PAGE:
Cooking with Beer - Why Chef Blog | Ginsberg's Foods

Cooking With Beer

Cooking with Beer - Why Chef Blog

Cooking with Beer

Cooking with beer is an easy way to add a rich earthy flavor to your next dish.  I prefer to make my savory dishes with Stouts or IPA’s and desserts with beers that have sweet nutty flavors which adds depth. Wheat beers are great with chicken and seafood. Ales, porters, and stouts are perfect for pork beef and lamb. Belgian ales go great with hearty meats and game. Nut brown ales pair well with stews and cheesy dishes. 

Beer Pairings for Cooking 

Used properly beer turns the most ordinary foods into exceptional fare. As a marinade for meat, fish, or seafood, it tenderizes. In roasting, baking or broiling beer is used to baste the foods or as an ingredient in the basting sauce to impart a rich, dark color and highlight gravy. Choosing what beer to cook with can be daunting. But there are a few simples rules. First, don’t cook with a beer you wouldn’t drink. We all know that applies with wines.  I mean using a cooking wine versus a real wine, we all know there is an obvious winner and it isn’t grabbing the cooking wine. So why think of cooking with beer any differently? We are using the alcohol for flavor and to tenderize after all. Here is some key flavors to note when picking the appropriate beer to cook with.

IPAs The name Indian Pale Ale implies hoppy which means bitter and that bitterness will not go away with cooking time. The longer you cook with IPAs the bitterness will intensify as the liquid reduces. The new generation of IPAs that are dry-hopped, citrus and non-bitter can be used in dishes without concern. The work great in beer cheese or other dips.

Light Ales, Lagers, Pilsners and Wheat High carbonation creates a crispy tasty crust that is perfect for “beer battered” and the mild flavor will not overwhelm the food. Just remember the more carbonated the beer the batter will turn out.  These are great beers to cook with chicken. Gose, fruit-flavored ales and Saisons are other options that can make a great sauce for mildly flavored meats.  

Stouts, Dark Ales and Porters Going for robust flavorful meals of beef, lamb, and venison these are the winner! You can use these beers as stand-ins for a rich robust red wine while cooking. Malty, spiced lagers and brown ales work well with pork and helps to balance flavor in a marinade for a hearty comfort dish. And beef, it’s robust and flavorful dynamics is just begging for a doppelbock or stout. So simmer all the goodness of dark beer to braise short ribs, stews and even in chilis. Seasonal pumpkin ales can be added to the mix to keep all the pumpkin spice lovers that clammer to the Dunkin Donuts and Starbucks for the pumpkin beverages starting in August happy.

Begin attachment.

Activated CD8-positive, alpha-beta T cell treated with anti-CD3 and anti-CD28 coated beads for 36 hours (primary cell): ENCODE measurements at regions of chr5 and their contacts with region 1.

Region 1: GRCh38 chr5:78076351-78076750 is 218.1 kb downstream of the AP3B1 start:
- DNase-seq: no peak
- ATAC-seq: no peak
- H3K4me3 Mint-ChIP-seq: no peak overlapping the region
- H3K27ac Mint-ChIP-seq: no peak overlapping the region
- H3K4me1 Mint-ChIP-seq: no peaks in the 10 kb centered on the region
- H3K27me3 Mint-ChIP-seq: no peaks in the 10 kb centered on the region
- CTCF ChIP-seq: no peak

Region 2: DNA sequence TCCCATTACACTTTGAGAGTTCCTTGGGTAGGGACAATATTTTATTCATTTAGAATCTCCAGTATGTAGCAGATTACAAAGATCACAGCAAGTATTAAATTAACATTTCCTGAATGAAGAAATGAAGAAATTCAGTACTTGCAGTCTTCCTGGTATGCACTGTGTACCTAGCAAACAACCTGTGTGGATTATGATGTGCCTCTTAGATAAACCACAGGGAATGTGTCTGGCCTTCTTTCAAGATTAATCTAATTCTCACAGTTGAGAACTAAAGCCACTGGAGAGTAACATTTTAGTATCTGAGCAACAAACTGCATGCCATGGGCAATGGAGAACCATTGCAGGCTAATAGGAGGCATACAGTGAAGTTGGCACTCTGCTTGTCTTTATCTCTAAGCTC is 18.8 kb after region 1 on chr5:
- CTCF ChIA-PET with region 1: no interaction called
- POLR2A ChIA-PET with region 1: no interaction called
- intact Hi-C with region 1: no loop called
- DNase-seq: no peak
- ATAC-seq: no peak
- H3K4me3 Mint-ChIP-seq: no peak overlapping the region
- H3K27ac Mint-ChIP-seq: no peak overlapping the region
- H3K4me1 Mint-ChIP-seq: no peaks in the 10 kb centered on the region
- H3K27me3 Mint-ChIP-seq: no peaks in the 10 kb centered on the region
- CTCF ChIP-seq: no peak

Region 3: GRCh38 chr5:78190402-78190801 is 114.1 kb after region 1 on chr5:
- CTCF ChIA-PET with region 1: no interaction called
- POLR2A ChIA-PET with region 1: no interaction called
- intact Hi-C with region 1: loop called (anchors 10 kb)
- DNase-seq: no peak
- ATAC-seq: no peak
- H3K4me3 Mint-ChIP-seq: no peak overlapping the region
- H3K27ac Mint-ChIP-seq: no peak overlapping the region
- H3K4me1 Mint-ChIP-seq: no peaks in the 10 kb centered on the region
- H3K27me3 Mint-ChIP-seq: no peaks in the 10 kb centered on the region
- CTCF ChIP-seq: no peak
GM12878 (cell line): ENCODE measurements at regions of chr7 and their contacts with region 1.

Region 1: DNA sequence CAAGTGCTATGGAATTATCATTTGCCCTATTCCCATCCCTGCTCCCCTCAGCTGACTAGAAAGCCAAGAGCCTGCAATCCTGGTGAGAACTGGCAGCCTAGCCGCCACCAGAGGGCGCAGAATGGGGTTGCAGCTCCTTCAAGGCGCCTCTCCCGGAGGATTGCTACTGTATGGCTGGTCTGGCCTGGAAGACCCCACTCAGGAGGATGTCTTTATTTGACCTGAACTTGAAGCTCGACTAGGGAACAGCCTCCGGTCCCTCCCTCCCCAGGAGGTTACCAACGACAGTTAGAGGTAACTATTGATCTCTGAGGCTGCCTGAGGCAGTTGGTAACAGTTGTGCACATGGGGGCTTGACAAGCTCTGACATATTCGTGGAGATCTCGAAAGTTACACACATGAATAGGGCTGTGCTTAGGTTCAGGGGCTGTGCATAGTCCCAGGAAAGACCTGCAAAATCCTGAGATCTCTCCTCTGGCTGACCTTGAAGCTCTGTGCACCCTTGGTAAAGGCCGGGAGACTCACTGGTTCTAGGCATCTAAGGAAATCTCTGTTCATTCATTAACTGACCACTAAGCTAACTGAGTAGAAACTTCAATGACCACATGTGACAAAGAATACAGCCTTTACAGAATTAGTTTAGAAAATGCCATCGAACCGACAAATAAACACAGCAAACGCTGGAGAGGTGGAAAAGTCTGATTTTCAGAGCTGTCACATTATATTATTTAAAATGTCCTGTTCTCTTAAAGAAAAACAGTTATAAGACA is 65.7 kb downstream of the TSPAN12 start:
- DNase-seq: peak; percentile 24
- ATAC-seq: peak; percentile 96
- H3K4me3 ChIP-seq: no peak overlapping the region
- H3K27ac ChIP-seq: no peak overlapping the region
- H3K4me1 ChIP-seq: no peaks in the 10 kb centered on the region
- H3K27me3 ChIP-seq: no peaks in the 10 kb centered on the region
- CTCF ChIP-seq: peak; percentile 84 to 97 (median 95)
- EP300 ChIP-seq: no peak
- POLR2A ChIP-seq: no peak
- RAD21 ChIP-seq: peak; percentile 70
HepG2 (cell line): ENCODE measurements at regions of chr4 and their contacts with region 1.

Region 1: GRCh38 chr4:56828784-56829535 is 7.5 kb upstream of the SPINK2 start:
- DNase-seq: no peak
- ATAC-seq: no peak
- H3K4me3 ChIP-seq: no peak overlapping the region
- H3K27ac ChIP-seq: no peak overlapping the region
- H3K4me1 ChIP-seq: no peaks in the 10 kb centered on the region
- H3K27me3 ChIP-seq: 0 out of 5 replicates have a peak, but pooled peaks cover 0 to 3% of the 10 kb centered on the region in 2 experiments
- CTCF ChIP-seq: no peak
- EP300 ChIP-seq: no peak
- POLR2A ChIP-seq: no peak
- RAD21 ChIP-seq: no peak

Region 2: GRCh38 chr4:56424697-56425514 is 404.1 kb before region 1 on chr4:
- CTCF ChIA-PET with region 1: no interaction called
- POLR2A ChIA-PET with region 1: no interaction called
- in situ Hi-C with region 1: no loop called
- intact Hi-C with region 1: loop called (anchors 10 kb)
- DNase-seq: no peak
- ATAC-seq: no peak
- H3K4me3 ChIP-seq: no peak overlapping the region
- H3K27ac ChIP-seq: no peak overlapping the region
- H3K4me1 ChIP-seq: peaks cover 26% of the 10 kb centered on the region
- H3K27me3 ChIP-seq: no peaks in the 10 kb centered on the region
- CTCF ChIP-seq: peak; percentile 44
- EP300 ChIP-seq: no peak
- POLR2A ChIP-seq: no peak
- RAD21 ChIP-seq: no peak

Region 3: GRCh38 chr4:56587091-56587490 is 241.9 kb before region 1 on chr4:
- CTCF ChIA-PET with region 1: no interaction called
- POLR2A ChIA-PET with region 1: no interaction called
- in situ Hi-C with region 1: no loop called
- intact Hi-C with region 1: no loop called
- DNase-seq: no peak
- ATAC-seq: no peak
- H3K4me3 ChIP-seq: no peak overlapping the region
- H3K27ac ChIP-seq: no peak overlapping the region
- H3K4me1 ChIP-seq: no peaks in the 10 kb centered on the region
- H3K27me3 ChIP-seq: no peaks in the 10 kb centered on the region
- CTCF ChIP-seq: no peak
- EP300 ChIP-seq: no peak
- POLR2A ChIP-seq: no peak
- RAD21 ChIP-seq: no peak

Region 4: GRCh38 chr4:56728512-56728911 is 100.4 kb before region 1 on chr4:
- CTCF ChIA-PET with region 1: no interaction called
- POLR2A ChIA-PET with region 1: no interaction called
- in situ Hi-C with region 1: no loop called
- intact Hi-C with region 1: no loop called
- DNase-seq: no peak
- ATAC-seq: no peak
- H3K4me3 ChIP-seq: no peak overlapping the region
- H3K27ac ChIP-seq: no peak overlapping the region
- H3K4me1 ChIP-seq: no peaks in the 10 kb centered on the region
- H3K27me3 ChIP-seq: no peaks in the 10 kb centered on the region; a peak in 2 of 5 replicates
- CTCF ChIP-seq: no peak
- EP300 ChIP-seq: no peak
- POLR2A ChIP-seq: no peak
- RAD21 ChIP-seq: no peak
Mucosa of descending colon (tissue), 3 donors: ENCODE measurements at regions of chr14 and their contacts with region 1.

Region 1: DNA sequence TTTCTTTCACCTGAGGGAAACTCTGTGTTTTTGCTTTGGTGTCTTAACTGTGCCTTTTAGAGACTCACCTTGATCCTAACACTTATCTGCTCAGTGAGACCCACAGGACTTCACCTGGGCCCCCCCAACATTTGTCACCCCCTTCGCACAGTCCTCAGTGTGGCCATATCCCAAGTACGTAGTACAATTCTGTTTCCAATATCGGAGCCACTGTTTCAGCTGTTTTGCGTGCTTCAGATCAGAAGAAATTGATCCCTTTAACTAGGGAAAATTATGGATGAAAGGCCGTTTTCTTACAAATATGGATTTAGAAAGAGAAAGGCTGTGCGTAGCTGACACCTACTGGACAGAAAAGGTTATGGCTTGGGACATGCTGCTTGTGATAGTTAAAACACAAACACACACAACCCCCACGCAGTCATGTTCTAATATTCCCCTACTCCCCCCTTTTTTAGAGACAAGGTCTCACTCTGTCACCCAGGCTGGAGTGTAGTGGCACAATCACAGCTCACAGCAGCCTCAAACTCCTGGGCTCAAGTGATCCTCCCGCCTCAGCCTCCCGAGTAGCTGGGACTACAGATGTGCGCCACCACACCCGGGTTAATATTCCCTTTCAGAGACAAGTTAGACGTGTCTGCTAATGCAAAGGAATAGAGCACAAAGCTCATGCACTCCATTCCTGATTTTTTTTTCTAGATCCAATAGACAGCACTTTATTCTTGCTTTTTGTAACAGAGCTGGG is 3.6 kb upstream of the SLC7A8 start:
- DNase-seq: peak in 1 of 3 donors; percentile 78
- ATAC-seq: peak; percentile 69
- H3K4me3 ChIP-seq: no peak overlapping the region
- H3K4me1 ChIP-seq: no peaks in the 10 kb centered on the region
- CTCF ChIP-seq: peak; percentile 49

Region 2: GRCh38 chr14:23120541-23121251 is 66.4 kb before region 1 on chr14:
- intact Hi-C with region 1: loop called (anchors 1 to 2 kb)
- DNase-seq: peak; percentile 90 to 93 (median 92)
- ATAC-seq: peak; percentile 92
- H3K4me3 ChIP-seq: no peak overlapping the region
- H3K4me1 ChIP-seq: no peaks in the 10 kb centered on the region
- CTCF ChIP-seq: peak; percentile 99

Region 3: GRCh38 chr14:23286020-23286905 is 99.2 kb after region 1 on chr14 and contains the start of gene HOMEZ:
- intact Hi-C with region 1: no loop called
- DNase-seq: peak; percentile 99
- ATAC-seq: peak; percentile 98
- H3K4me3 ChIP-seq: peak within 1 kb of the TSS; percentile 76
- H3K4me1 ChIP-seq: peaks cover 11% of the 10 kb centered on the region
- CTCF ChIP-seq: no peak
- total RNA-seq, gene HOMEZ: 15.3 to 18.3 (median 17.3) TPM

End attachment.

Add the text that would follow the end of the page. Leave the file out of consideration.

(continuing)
Alcohol Cooking Times and Remaining Alcohol Percentages

Worried about feeding it to a minor? The phrase it’s been cooked off is often muttered but here is the reality! Items such as Beer cheese and Bourbon Carmel sauces retain about 85 percent so if a guest is sober don’t be offended when they pass up your creation. Cooking with beer or any alcohol to a boil will still leave some alcohol behind. Check the chart below to learn the times and percentages.


15 minutes leaves 40% alcohol 

30 minutes leaves 35% alcohol 

One hour leaves 25% alcohol  

Two hours leaves 10% alcohol  

Partner with A Local Craft Brewer

If you aren’t already brewing your own in-house libations, well this is a great opportunity to pair with a local brewery! 1.2 million barrels of craft beer a produced right in New York, each year from more than 500 licensed breweries! Not to mention the top-rated breweries in the surrounded states of Vermont, Massachusetts and Connecticut. There are plenty to choose from to up your signature, exclusive game AND get more repeat customers coming back for your unique dishes. 

Ask your Sales Consultant about Ginsberg’s brewery customers that you can partner with!

Cooking with beer can be overwhelming especially if you are a newbie. It allows you to be more creative with your menu,  be as serious or fun-loving as you want. Imagine a tongue and cheek Chicken Beersala instead of a traditional Chicken Marsala as a special. I mean when we all sit back and have a “couple of beers with friends” were having fun. So why not use beer as an ingredient and have fun with your dishes! Remember cooking with that hoppy beverage can be just as delicious as sipping on it. Let’s go!

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